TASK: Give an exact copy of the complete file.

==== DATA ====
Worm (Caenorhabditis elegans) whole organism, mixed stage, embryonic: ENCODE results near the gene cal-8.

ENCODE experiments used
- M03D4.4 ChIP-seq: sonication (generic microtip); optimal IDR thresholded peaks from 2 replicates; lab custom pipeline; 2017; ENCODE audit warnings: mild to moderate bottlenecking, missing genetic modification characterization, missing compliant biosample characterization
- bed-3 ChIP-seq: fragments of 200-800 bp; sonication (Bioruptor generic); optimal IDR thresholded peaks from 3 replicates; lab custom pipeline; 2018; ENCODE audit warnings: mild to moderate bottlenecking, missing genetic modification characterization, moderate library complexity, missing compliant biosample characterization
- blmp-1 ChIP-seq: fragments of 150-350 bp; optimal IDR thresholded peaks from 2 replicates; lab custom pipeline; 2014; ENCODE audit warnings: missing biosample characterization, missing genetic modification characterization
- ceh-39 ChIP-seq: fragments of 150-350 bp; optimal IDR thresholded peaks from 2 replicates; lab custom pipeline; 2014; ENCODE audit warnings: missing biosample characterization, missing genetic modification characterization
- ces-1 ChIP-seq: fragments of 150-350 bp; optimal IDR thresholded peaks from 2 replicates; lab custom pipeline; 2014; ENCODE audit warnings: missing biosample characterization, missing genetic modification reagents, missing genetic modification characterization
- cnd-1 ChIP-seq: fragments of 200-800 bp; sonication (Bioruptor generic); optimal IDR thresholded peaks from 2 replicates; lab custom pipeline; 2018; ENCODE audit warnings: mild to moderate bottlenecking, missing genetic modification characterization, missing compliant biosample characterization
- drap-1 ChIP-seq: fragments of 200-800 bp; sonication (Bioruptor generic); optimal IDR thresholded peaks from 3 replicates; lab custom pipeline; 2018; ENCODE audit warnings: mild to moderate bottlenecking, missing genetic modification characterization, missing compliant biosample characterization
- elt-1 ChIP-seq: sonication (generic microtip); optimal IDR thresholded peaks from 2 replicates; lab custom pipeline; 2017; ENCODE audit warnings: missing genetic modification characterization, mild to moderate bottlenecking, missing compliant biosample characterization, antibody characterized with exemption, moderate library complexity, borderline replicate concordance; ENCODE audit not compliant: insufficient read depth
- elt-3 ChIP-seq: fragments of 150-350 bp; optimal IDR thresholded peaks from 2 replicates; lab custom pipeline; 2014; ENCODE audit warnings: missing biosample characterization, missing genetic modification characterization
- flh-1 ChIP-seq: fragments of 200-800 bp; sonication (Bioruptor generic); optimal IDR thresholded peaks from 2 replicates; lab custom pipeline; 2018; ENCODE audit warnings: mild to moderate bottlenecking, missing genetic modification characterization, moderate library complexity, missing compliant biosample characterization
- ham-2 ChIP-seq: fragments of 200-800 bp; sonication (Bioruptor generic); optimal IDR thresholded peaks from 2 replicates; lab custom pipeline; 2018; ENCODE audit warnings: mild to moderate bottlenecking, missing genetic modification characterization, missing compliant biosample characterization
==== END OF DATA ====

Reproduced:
Worm (Caenorhabditis elegans) whole organism, mixed stage, embryonic: ENCODE results near the gene cal-8.

ENCODE experiments used
- M03D4.4 ChIP-seq: sonication (generic microtip); optimal IDR thresholded peaks from 2 replicates; lab custom pipeline; 2017; ENCODE audit warnings: mild to moderate bottlenecking, missing genetic modification characterization, missing compliant biosample characterization
- bed-3 ChIP-seq: fragments of 200-800 bp; sonication (Bioruptor generic); optimal IDR thresholded peaks from 3 replicates; lab custom pipeline; 2018; ENCODE audit warnings: mild to moderate bottlenecking, missing genetic modification characterization, moderate library complexity, missing compliant biosample characterization
- blmp-1 ChIP-seq: fragments of 150-350 bp; optimal IDR thresholded peaks from 2 replicates; lab custom pipeline; 2014; ENCODE audit warnings: missing biosample characterization, missing genetic modification characterization
- ceh-39 ChIP-seq: fragments of 150-350 bp; optimal IDR thresholded peaks from 2 replicates; lab custom pipeline; 2014; ENCODE audit warnings: missing biosample characterization, missing genetic modification characterization
- ces-1 ChIP-seq: fragments of 150-350 bp; optimal IDR thresholded peaks from 2 replicates; lab custom pipeline; 2014; ENCODE audit warnings: missing biosample characterization, missing genetic modification reagents, missing genetic modification characterization
- cnd-1 ChIP-seq: fragments of 200-800 bp; sonication (Bioruptor generic); optimal IDR thresholded peaks from 2 replicates; lab custom pipeline; 2018; ENCODE audit warnings: mild to moderate bottlenecking, missing genetic modification characterization, missing compliant biosample characterization
- drap-1 ChIP-seq: fragments of 200-800 bp; sonication (Bioruptor generic); optimal IDR thresholded peaks from 3 replicates; lab custom pipeline; 2018; ENCODE audit warnings: mild to moderate bottlenecking, missing genetic modification characterization, missing compliant biosample characterization
- elt-1 ChIP-seq: sonication (generic microtip); optimal IDR thresholded peaks from 2 replicates; lab custom pipeline; 2017; ENCODE audit warnings: missing genetic modification characterization, mild to moderate bottlenecking, missing compliant biosample characterization, antibody characterized with exemption, moderate library complexity, borderline replicate concordance; ENCODE audit not compliant: insufficient read depth
- elt-3 ChIP-seq: fragments of 150-350 bp; optimal IDR thresholded peaks from 2 replicates; lab custom pipeline; 2014; ENCODE audit warnings: missing biosample characterization, missing genetic modification characterization
- flh-1 ChIP-seq: fragments of 200-800 bp; sonication (Bioruptor generic); optimal IDR thresholded peaks from 2 replicates; lab custom pipeline; 2018; ENCODE audit warnings: mild to moderate bottlenecking, missing genetic modification characterization, moderate library complexity, missing compliant biosample characterization
- ham-2 ChIP-seq: fragments of 200-800 bp; sonication (Bioruptor generic); optimal IDR thresholded peaks from 2 replicates; lab custom pipeline; 2018; ENCODE audit warnings: mild to moderate bottlenecking, missing genetic modification characterization, missing compliant biosample characterization